2015 GSA Annual Meeting in Baltimore, Maryland, USA (1-4 November 2015)

Paper No. 66-6
Presentation Time: 2:55 PM


GERASIMENKO, Natalia P., Department of Earth Sciences and Geomorphology, Geography Faculty, Taras Shevchenko National University of Kyiv, 60, Volodymyrska str., Kyiv, 01033, Ukraine, n.garnet2@gmail.com

Palaeoclimatic rhythms (each 300-500 yrs in duration) are recorded in the pollen and soils of 25 archaeological sites in the Ukrainian steppe, from the Lower Danube to the Sea of Azov. During Mesolithic times, the Early Preboreal and Early Boreal warm phases were marked by the spread of south-boreal forest-steppe (with an admixture of Quercus and Corylus), whereas xeric grassland was typical for the Late Preboreal and Late Boreal cold phases. A temperate climate was established at the beginning of the Atlantic. Mesophytic steppe and Quercetum mixtum existed first, and Carpinus appeared later. Neolithic people appeared after an arid phase around 7 ka BP and later, lived in a benign climate. At the threshold of V and IV millennia BC (early Chalcolithic times), a cooling happened. The Late Atlantic optimum around 5.5 ka BP was marked by a maximum of broad-leaved trees, and cultivation of Cerealia. Reduction of forests and the disappearance of Carpinus took place in a cooler and drier phase around 5 ka BP. From the beginning to the optimum of the Holocene, a trend to climatic improvement occurred with oscillations in warmth and humidity. This step-like development is similar to the pattern of Black Sea transgressive-regressive phases.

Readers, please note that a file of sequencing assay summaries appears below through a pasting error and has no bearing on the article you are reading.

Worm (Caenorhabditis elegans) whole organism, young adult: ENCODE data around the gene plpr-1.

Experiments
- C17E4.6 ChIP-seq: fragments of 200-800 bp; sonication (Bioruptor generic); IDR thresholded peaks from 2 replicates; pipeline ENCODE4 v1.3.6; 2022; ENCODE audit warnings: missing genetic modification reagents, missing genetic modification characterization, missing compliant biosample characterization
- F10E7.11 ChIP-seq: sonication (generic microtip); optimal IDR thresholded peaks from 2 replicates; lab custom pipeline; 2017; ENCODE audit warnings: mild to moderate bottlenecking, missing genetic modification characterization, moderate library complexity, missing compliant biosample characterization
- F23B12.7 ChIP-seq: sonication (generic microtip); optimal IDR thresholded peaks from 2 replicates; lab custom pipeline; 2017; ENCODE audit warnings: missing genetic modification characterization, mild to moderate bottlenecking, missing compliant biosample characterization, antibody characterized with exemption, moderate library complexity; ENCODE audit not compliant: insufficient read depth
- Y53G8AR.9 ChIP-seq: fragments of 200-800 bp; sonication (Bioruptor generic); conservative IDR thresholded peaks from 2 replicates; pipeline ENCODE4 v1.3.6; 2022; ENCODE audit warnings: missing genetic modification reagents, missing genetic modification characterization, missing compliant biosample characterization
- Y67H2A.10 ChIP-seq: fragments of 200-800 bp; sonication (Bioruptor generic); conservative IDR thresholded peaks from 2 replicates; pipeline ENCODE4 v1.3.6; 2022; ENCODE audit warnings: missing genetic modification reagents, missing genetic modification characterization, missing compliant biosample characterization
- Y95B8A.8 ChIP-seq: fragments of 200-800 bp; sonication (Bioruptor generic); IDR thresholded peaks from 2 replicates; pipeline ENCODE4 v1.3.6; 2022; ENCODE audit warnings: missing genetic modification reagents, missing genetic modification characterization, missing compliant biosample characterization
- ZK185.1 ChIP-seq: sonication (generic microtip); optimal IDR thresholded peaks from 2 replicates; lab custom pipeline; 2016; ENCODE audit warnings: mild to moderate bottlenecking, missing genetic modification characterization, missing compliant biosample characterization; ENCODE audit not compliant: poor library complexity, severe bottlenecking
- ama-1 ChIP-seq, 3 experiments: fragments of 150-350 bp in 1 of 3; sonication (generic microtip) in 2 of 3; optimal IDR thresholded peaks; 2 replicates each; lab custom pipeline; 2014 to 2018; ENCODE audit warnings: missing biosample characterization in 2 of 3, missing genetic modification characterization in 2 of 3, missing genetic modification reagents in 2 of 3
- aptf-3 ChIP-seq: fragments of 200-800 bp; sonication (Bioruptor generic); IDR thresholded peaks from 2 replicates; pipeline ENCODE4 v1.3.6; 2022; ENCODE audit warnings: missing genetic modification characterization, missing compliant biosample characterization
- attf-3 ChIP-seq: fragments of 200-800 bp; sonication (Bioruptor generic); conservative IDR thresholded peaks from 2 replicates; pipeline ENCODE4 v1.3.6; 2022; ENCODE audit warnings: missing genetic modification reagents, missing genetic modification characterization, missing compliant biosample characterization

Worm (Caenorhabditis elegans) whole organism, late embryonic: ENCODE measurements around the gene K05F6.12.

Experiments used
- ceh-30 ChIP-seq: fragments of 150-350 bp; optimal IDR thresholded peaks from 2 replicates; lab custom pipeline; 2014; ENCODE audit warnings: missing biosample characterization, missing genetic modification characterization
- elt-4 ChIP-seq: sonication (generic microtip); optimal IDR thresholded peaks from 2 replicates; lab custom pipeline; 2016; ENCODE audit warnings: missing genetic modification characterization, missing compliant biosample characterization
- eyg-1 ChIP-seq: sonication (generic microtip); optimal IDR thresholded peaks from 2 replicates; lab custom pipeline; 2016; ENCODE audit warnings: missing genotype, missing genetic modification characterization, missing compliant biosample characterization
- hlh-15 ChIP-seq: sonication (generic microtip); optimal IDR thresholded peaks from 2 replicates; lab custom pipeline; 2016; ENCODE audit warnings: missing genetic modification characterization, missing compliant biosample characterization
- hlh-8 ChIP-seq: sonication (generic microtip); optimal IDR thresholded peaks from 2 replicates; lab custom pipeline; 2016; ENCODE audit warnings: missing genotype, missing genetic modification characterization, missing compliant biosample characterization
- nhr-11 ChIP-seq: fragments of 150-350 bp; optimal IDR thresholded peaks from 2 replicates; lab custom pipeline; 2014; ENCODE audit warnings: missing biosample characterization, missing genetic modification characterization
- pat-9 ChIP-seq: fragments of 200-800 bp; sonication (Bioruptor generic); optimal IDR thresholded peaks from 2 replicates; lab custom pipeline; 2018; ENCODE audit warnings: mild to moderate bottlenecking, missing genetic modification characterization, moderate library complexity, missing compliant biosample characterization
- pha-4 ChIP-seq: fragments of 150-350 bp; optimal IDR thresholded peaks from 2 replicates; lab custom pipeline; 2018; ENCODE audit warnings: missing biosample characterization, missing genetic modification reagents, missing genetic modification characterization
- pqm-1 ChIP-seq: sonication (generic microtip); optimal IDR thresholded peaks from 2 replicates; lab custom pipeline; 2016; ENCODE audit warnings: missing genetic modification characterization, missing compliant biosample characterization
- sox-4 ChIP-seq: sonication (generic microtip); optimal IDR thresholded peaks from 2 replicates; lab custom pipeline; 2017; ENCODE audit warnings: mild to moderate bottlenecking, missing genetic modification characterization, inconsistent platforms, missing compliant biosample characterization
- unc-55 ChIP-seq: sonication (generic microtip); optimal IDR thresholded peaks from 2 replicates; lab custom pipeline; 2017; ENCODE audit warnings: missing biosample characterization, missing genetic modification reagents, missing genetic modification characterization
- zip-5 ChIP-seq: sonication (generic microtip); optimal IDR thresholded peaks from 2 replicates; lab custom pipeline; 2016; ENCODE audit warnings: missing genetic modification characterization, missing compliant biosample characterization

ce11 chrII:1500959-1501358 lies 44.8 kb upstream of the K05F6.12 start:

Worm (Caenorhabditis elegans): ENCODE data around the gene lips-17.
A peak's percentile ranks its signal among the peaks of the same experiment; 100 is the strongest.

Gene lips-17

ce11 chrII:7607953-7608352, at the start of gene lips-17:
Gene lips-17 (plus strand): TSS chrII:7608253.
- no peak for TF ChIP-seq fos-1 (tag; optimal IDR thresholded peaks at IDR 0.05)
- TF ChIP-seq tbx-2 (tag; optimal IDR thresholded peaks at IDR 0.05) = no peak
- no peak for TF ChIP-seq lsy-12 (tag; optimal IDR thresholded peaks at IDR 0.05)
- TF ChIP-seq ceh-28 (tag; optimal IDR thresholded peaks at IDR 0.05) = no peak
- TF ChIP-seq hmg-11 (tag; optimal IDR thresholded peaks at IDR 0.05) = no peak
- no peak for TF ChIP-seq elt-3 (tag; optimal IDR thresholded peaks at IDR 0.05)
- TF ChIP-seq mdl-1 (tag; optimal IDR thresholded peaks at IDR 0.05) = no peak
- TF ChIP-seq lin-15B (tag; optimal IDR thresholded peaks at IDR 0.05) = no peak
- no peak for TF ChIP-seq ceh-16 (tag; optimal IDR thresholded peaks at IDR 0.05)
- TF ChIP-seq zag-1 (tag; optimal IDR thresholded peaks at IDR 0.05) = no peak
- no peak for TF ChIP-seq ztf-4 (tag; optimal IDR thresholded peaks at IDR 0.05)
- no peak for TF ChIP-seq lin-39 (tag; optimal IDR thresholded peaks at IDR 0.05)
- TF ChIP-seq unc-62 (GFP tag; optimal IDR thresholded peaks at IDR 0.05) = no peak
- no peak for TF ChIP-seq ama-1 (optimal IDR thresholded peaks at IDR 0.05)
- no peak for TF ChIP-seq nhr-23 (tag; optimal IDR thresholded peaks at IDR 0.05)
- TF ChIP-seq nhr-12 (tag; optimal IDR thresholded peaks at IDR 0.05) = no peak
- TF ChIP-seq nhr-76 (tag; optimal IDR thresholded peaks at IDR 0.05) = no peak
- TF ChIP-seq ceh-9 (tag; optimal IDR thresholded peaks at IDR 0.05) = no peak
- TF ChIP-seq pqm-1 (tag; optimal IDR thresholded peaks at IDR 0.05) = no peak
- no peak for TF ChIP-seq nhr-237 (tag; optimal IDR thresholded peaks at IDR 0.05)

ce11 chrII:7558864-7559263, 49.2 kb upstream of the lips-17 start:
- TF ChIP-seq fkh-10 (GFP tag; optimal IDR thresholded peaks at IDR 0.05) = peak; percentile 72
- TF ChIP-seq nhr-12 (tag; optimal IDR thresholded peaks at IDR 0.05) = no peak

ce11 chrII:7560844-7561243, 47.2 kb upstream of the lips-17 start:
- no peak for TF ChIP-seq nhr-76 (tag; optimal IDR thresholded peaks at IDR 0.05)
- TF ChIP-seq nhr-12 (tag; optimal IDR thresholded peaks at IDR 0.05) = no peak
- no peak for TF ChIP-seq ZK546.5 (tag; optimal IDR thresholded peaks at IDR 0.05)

Forest-steppe expanded to the south during the Early and Late Subboreal cool and wet phases (4.6-4.1 and 3.5-3.0 ka BP). During the latter, Late Bronze settled economies appeared (some with cultivation of Cerealia). During the dry Middle and Late Subboreal phases (4.1-3.5 and 3.0-2.6 ka BP), almost complete deforestation and the spread of dry steppe occurred. Only nomadic tribes existed then. During the wet and cool Early Subatlantic (2.6-2.2 ka BP, Scythian times), the last expansion of forest-steppe happened. During 2.2-1.7 ka BP, Artemisia steppe spread (dry and warm climate). The wet phase around 1.5 ka BP was marked by mesophytic steppe, which was replaced by grassland at 0.7-1.1 BP (Saltiv culture), and by mesophytic steppe during the Medieval Optimum (X-XII centuries). During XIII to XIX centuries, the increase in steppe xerophytes and the decline in broad-leaved species indicate the dry ‘Little Ice Age’. These rhythms coincide with those proved by the Saki Lake sedimentary archive (Gerasimenko et al., 2011). Black Sea maximum transgressions correspond to warm and dry phases.